My Lords, is my noble friend aware that the level of noise from motorcycles is still unsatisfactory? In June 1934 my father moved an amendment into the Road Traffic Act of that year which made it illegal to supply a vehicle which was not silenced. In 1974 I moved an amendment to the Road Traffic Bill which made it illegal to drive such a vehicle and which was later struck out in another place. Can the Minister give an undertaking that in the year 2014 my son will be able to assure me of a happy issue to my family's involvement in the matter?

Lord Brabazon of Tara

My Lords, I can assure my noble friend that it will be sooner than that.

Lord Mowbray and Stourton

My Lords, is my noble friend aware that one of the most troublesome matters, apart from the total volume of noise that a motorcycle can make in the daytime in traffic, is the early bird who gets up to go to work on a motorbike and wishing to say hello to a boyfriend or girlfriend left behind in the house revs up his bike as a symbol that he is off? Those are the people who wake everyone up and disturb them.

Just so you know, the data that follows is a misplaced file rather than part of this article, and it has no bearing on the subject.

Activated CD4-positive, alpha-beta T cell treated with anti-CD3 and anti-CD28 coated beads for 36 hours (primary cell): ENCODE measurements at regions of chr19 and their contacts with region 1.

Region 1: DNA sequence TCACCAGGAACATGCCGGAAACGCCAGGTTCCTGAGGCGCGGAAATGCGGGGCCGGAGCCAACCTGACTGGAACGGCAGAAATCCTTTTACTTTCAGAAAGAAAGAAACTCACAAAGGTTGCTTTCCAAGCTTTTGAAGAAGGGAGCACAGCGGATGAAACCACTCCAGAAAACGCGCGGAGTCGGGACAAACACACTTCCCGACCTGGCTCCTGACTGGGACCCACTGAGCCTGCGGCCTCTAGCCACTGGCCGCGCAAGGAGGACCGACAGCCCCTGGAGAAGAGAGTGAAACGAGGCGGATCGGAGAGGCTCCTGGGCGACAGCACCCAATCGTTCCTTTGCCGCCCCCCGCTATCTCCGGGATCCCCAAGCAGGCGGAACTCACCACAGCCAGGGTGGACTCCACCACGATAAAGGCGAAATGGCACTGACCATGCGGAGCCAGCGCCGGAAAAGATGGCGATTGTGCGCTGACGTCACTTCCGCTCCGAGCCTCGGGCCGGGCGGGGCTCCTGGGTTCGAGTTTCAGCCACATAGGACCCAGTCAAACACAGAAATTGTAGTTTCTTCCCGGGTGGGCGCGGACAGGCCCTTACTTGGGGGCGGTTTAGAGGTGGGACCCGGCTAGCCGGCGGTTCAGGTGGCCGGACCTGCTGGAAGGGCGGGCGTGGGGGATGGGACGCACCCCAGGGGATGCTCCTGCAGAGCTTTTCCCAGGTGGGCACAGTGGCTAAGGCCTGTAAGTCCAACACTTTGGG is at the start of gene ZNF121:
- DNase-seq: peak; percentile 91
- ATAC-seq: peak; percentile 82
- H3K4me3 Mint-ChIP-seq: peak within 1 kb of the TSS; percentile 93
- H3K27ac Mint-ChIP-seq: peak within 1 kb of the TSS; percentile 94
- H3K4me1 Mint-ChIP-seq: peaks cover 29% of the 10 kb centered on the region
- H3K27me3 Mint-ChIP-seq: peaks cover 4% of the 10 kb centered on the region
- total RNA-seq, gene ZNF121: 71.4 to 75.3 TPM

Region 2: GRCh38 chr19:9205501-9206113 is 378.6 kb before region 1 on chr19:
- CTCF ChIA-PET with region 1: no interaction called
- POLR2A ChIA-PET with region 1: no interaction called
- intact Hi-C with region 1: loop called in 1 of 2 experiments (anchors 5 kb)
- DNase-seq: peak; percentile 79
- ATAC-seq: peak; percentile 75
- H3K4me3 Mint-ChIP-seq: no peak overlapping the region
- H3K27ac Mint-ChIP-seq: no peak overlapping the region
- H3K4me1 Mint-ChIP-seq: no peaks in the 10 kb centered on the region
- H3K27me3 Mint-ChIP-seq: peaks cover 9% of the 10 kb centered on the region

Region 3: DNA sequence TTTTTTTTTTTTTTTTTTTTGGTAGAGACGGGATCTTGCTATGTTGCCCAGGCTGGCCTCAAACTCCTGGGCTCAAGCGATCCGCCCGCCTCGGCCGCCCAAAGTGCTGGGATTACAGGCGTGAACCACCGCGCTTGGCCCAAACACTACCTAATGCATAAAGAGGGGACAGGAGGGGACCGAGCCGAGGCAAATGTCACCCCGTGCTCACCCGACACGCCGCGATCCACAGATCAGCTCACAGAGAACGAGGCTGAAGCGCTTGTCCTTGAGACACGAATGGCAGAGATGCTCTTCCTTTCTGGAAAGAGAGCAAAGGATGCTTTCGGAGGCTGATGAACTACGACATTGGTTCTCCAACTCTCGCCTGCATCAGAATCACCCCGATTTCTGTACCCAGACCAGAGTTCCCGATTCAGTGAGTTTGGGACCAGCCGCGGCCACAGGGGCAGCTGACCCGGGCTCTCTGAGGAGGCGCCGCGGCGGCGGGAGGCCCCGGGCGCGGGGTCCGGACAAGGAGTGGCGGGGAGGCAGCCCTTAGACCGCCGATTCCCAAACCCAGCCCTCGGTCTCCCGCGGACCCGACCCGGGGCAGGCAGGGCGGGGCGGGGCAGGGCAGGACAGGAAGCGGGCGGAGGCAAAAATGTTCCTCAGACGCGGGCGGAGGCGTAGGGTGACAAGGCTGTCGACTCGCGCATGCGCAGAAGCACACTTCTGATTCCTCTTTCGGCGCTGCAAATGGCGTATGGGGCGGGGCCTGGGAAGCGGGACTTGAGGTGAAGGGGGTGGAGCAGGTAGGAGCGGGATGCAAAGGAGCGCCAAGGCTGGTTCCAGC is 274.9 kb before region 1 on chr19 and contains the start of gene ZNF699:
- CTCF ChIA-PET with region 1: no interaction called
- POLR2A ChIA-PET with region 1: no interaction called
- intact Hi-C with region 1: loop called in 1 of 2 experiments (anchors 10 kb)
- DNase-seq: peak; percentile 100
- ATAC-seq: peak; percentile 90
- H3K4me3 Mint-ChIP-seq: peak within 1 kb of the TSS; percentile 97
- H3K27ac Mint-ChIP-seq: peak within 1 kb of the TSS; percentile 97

Lord Brabazon of Tara

My Lords, it is an offence to ride a motorcycle which causes excessive noise or to ride in such a way as to cause excessive noise which could have been avoided with reasonable care on the part of the driver. That covers the point which my noble friend makes. On the other hand, I should think that it would be quite difficult for the police to bring prosecutions in such circumstances.

Lord Bottomley

My Lords, as the Member of your Lordships' House who sponsored the last Bill dealing with that subject during the last Parliament, I ask whether it is not regrettable that no progress has been made as a result of the passing of the Act.

Lord Brabazon of Tara

My Lords, the House will be grateful to the noble Lord for piloting the Bill through the last Parliament in its closing stages. As I said in my original Answer, we have now prepared regulations to introduce the new controls. We shall be consulting on them shortly. I hope that they can be introduced quite shortly.